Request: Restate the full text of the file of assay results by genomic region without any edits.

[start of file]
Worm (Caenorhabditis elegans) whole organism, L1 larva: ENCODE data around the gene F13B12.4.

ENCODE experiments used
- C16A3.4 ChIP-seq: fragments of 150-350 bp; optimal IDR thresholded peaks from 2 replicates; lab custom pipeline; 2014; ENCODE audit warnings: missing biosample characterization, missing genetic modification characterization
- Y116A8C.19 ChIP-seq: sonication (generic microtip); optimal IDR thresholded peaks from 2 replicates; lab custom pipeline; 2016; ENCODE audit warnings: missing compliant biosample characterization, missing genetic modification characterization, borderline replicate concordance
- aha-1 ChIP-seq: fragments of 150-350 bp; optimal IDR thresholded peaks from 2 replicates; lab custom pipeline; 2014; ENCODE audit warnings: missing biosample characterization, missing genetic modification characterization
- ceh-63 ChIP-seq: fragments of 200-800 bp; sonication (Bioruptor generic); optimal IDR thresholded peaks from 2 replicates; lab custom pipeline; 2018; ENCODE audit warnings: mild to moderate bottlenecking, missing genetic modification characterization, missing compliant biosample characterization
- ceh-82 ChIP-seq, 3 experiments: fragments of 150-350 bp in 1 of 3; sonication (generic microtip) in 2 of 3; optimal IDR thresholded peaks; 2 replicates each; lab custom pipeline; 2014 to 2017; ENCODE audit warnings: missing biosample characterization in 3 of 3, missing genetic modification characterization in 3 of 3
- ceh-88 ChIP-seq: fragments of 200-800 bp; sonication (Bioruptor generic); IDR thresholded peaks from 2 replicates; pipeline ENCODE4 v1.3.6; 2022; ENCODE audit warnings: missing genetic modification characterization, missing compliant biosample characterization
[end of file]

Worm (Caenorhabditis elegans) whole organism, L1 larva: ENCODE data around the gene F13B12.4.

ENCODE experiments used
- C16A3.4 ChIP-seq: fragments of 150-350 bp; optimal IDR thresholded peaks from 2 replicates; lab custom pipeline; 2014; ENCODE audit warnings: missing biosample characterization, missing genetic modification characterization
- Y116A8C.19 ChIP-seq: sonication (generic microtip); optimal IDR thresholded peaks from 2 replicates; lab custom pipeline; 2016; ENCODE audit warnings: missing compliant biosample characterization, missing genetic modification characterization, borderline replicate concordance
- aha-1 ChIP-seq: fragments of 150-350 bp; optimal IDR thresholded peaks from 2 replicates; lab custom pipeline; 2014; ENCODE audit warnings: missing biosample characterization, missing genetic modification characterization
- ceh-63 ChIP-seq: fragments of 200-800 bp; sonication (Bioruptor generic); optimal IDR thresholded peaks from 2 replicates; lab custom pipeline; 2018; ENCODE audit warnings: mild to moderate bottlenecking, missing genetic modification characterization, missing compliant biosample characterization
- ceh-82 ChIP-seq, 3 experiments: fragments of 150-350 bp in 1 of 3; sonication (generic microtip) in 2 of 3; optimal IDR thresholded peaks; 2 replicates each; lab custom pipeline; 2014 to 2017; ENCODE audit warnings: missing biosample characterization in 3 of 3, missing genetic modification characterization in 3 of 3
- ceh-88 ChIP-seq: fragments of 200-800 bp; sonication (Bioruptor generic); IDR thresholded peaks from 2 replicates; pipeline ENCODE4 v1.3.6; 2022; ENCODE audit warnings: missing genetic modification characterization, missing compliant biosample characterization